When you think of school choice— what comes to mind?

When you think of school choice, what comes to mind? Vouchers? Charters? Intra- and Inter- district choice? Magnet schools?

Today I received a forwarded email request from a senator that was gathering information in response to pressure for “school choice” bills at the Texas Legislature.

I have been pondering “school choice,” and why it is such a prominent conversation in our time— we now even have a “school choice week.” I believe the reason is simple: Our policymakers have failed to provide what  is necessary for children to succeed in public schools. Thus, we need to reframe the “choice” conversation. To do so, I have developed a “school choice” concise from my research anthology 2005-2012.

Here is what parents and students should be able to choose:

  1. Standards that represent diverse populations The illusion of inclusion: Race and standards
  2. An accountability system that doesn’t stigmatize students who score poorly on only one measure of success— high-stakes tests At-risk student averse: Risk management and accountability 
  3. An accountability system that doesn’t hide students who fall through the cracks while simultaneously claiming fantastic results As good as advertised?: Tracking urban student progress through high school in an environment of accountability
  4. An accountability system that recognizes the unique needs of English Language Learners relative to high-stakes testing Understanding the interaction between high-stakes graduation tests and English language learners
  5. Teachers that have more than five weeks of training. Teach For America: A review of the evidence.
  6. Teachers that have more than 30 hours of “alternative certification” training Alternative certification and Teach For America: The search for high quality teachers. 
  7. Schools that don’t have a 40% attrition rate for their African American students Is choice a panacea? An analysis of black secondary student attrition from KIPP, other private charters and urban districts.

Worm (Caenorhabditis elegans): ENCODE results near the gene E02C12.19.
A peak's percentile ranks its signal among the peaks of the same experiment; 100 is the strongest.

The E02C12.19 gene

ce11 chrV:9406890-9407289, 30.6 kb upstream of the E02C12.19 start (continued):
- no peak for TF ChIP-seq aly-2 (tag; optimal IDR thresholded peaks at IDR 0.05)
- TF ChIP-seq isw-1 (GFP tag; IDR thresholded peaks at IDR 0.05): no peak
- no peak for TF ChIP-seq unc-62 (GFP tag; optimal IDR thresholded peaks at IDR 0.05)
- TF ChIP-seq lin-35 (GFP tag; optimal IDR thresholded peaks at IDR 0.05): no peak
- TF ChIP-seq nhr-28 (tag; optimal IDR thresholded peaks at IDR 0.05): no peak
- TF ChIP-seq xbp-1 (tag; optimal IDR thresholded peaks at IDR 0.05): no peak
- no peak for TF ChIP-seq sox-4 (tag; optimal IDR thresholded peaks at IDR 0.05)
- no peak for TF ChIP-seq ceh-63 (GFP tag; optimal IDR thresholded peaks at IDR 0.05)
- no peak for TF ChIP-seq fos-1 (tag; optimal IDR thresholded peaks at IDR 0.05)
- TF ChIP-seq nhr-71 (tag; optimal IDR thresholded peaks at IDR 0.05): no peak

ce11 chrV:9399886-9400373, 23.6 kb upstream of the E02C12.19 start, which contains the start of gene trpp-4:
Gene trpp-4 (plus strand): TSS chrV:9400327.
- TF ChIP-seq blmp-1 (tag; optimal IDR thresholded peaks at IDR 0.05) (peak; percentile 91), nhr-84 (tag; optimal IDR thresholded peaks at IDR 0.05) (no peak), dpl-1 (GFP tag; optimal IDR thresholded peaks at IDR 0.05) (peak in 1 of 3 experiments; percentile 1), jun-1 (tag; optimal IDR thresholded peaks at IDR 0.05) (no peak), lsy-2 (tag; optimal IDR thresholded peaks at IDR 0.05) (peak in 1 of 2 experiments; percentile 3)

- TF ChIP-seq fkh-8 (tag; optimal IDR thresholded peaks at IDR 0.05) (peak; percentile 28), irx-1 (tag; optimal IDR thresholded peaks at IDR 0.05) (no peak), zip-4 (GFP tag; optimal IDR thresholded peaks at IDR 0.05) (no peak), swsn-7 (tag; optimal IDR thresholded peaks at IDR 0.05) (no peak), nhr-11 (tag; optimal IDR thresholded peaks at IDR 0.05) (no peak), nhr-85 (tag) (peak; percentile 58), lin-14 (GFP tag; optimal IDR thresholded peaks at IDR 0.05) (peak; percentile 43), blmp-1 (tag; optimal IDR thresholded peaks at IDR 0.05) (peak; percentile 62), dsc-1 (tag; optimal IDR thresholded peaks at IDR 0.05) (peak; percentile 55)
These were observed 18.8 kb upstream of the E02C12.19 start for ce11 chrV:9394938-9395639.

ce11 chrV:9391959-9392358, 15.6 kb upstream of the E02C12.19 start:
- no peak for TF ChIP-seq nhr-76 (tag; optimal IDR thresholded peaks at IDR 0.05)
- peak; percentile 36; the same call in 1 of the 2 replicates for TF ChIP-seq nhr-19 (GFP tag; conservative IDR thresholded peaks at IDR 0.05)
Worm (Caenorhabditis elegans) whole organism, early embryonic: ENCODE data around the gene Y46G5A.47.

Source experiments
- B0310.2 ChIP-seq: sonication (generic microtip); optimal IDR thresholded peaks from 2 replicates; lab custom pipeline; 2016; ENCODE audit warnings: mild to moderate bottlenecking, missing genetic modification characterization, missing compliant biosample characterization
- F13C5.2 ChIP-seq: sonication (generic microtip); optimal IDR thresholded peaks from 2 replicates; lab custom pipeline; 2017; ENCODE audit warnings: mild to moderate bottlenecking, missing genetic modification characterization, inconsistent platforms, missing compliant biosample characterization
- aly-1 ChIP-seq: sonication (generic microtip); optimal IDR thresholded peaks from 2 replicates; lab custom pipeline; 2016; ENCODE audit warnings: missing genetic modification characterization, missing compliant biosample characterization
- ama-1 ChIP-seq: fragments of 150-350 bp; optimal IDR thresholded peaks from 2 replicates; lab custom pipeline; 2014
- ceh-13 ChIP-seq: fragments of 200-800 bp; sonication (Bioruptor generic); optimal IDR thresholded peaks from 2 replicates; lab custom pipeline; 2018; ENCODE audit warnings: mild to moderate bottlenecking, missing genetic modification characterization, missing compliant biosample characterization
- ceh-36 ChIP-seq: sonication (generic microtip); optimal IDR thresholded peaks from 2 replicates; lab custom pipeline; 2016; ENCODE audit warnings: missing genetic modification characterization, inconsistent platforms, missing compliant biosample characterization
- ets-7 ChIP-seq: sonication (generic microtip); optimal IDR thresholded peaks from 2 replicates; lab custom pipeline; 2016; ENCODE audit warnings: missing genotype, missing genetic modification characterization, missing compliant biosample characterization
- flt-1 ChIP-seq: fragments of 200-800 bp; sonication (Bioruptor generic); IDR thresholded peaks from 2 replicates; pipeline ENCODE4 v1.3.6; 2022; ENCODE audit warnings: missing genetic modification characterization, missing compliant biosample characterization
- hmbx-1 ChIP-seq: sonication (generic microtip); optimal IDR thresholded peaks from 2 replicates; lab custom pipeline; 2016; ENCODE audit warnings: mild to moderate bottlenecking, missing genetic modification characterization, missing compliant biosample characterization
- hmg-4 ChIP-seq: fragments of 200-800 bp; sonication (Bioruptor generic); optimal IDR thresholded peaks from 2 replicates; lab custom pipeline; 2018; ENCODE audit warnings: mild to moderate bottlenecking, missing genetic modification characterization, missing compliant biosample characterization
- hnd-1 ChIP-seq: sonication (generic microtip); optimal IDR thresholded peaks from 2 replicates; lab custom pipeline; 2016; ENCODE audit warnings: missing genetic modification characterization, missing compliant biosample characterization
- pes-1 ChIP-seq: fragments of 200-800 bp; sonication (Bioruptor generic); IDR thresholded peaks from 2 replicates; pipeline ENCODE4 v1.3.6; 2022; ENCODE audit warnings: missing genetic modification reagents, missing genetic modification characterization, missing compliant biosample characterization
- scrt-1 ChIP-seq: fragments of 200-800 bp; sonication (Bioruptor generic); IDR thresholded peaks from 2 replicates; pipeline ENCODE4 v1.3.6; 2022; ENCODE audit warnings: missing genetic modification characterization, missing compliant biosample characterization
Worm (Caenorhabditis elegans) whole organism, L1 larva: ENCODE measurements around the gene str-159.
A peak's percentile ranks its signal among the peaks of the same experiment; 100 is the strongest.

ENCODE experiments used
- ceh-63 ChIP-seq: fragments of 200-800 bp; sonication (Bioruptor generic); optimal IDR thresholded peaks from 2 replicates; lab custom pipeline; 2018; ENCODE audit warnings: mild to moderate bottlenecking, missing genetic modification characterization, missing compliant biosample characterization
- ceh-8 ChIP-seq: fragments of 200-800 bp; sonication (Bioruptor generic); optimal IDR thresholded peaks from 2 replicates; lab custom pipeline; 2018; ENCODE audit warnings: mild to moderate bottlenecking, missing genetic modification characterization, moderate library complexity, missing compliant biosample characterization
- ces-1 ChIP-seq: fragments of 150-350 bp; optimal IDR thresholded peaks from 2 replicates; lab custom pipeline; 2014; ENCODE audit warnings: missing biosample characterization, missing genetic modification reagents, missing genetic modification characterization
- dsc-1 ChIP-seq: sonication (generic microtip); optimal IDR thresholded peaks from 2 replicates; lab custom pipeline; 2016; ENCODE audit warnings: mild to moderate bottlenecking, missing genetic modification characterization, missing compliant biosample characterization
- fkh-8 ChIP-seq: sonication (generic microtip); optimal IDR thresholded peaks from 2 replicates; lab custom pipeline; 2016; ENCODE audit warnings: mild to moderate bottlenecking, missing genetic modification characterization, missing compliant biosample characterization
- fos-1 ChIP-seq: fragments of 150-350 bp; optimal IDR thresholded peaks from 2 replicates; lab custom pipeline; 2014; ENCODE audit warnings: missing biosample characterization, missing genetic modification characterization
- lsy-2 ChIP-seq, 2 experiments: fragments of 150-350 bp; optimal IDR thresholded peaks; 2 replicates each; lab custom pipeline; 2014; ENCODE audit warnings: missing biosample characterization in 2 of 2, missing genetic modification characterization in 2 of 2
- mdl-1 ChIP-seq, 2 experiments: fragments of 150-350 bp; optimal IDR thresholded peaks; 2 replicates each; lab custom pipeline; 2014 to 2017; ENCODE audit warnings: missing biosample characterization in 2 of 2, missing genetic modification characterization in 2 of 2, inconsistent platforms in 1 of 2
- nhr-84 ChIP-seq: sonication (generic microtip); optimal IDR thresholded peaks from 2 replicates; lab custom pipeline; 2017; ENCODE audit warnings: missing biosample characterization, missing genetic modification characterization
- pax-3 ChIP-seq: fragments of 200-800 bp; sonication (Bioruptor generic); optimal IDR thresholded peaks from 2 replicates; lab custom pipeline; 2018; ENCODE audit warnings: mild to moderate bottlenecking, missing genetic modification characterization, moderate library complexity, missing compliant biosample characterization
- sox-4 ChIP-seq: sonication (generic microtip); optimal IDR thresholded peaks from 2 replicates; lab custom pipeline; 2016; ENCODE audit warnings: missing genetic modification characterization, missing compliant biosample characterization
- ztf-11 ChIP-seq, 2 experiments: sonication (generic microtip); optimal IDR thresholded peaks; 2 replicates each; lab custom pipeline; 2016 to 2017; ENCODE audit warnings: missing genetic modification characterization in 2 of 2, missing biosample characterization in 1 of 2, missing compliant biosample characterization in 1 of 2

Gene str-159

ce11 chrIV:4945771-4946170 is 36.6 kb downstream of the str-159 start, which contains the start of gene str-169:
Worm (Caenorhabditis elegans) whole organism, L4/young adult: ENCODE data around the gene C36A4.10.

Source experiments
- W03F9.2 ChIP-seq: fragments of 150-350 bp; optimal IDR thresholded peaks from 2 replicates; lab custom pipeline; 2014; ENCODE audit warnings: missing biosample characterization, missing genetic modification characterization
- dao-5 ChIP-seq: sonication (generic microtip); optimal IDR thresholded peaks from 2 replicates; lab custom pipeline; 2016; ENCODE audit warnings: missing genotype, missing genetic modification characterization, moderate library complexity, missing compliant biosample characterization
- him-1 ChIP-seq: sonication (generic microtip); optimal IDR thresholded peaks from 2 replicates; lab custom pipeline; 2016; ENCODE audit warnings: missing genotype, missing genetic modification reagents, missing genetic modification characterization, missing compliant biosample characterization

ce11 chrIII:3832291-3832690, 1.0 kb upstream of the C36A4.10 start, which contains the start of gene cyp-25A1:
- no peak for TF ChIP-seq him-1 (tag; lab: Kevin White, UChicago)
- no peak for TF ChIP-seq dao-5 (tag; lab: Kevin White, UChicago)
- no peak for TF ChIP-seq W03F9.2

8. Schools that have vibrant public arts programs From Dewey to No Child Left Behind: The evolution and devolution of public arts education.
  9. Schools that have low student-teacher ratios Inputs and student achievement: An analysis of Latina/o-serving urban elementary schools.
  10. Schools that don’t have to cheat and game the system to make their numbers for NCLB Accountability Texas-style: The progress and learning of urban minority students in a high-stakes testing context
  11. Schools that are not racially segregated Achieving diversity in the Parents Involved era: Evidence for geographic integration plans in metropolitan school districts.
  12. Schools that utilize innovative disciplinary approaches to stem the “school to prison pipeline” Developing a school-based youth court: A potential alternative to the school to prison pipeline.
  13. Schools that have teachers in every classroom that are teaching in field and have extensive training in classroom management, curriculum development and pedagogy Does teacher preparation matter? Evidence about teacher certification, Teach for America, and teacher effectiveness.

Why don’t parents already have these choices in our low-performing public schools? Why are they being forced to choose from this: Vouchers; Charters; Intra- and Inter- district choice; and Magnet schools. Is that question perplexing or obvious?


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